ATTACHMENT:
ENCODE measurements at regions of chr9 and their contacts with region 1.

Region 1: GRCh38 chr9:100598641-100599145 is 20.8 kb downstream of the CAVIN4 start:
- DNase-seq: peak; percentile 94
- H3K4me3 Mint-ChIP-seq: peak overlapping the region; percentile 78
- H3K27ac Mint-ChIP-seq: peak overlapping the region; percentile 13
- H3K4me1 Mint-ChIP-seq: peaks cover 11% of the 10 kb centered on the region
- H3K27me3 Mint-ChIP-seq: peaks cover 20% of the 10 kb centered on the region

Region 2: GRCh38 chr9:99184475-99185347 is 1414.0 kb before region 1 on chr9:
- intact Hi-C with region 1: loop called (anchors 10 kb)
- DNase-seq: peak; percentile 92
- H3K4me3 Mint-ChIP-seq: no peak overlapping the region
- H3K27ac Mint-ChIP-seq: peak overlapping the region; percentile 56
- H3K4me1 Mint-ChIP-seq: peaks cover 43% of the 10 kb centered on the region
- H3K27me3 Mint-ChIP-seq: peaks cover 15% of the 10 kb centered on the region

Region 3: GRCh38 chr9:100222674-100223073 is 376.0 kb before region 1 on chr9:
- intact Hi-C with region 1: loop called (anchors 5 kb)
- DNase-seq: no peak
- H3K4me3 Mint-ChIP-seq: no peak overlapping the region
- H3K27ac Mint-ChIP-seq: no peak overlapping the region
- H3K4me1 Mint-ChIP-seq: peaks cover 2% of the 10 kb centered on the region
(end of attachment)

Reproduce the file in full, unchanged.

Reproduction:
ENCODE measurements at regions of chr9 and their contacts with region 1.

Region 1: GRCh38 chr9:100598641-100599145 is 20.8 kb downstream of the CAVIN4 start:
- DNase-seq: peak; percentile 94
- H3K4me3 Mint-ChIP-seq: peak overlapping the region; percentile 78
- H3K27ac Mint-ChIP-seq: peak overlapping the region; percentile 13
- H3K4me1 Mint-ChIP-seq: peaks cover 11% of the 10 kb centered on the region
- H3K27me3 Mint-ChIP-seq: peaks cover 20% of the 10 kb centered on the region

Region 2: GRCh38 chr9:99184475-99185347 is 1414.0 kb before region 1 on chr9:
- intact Hi-C with region 1: loop called (anchors 10 kb)
- DNase-seq: peak; percentile 92
- H3K4me3 Mint-ChIP-seq: no peak overlapping the region
- H3K27ac Mint-ChIP-seq: peak overlapping the region; percentile 56
- H3K4me1 Mint-ChIP-seq: peaks cover 43% of the 10 kb centered on the region
- H3K27me3 Mint-ChIP-seq: peaks cover 15% of the 10 kb centered on the region

Region 3: GRCh38 chr9:100222674-100223073 is 376.0 kb before region 1 on chr9:
- intact Hi-C with region 1: loop called (anchors 5 kb)
- DNase-seq: no peak
- H3K4me3 Mint-ChIP-seq: no peak overlapping the region
- H3K27ac Mint-ChIP-seq: no peak overlapping the region
- H3K4me1 Mint-ChIP-seq: peaks cover 2% of the 10 kb centered on the region